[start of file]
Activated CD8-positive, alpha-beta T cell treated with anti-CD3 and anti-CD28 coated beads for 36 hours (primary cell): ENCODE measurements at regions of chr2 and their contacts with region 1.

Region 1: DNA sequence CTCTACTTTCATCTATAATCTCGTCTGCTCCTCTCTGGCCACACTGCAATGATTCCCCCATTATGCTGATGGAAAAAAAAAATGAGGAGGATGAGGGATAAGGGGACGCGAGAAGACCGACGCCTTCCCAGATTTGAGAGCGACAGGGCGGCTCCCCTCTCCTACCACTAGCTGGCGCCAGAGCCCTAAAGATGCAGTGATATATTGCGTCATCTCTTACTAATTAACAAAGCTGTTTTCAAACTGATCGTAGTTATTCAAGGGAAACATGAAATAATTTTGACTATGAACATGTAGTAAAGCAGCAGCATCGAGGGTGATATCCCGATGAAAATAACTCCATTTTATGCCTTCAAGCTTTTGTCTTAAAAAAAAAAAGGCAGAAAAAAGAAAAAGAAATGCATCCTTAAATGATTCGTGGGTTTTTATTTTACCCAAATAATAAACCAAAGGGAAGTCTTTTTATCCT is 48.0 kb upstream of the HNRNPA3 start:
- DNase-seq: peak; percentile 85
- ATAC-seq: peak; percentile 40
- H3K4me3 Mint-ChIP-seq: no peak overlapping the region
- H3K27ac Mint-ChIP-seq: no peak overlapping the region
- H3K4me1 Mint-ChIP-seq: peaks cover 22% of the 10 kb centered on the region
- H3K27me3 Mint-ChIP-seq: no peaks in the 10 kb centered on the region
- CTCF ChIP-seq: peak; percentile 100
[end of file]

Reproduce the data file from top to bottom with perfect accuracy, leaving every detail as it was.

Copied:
Activated CD8-positive, alpha-beta T cell treated with anti-CD3 and anti-CD28 coated beads for 36 hours (primary cell): ENCODE measurements at regions of chr2 and their contacts with region 1.

Region 1: DNA sequence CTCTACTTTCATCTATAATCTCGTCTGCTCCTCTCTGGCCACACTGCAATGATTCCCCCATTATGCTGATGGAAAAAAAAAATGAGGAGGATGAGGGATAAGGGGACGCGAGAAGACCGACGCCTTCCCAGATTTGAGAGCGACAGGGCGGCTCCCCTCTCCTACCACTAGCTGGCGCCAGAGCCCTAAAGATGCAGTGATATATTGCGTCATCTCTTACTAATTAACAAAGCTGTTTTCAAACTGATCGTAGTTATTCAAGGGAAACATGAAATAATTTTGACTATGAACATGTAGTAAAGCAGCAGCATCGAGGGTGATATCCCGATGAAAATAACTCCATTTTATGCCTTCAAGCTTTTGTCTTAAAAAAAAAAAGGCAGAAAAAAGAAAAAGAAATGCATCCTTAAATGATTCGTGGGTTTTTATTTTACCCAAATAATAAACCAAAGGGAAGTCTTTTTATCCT is 48.0 kb upstream of the HNRNPA3 start:
- DNase-seq: peak; percentile 85
- ATAC-seq: peak; percentile 40
- H3K4me3 Mint-ChIP-seq: no peak overlapping the region
- H3K27ac Mint-ChIP-seq: no peak overlapping the region
- H3K4me1 Mint-ChIP-seq: peaks cover 22% of the 10 kb centered on the region
- H3K27me3 Mint-ChIP-seq: no peaks in the 10 kb centered on the region
- CTCF ChIP-seq: peak; percentile 100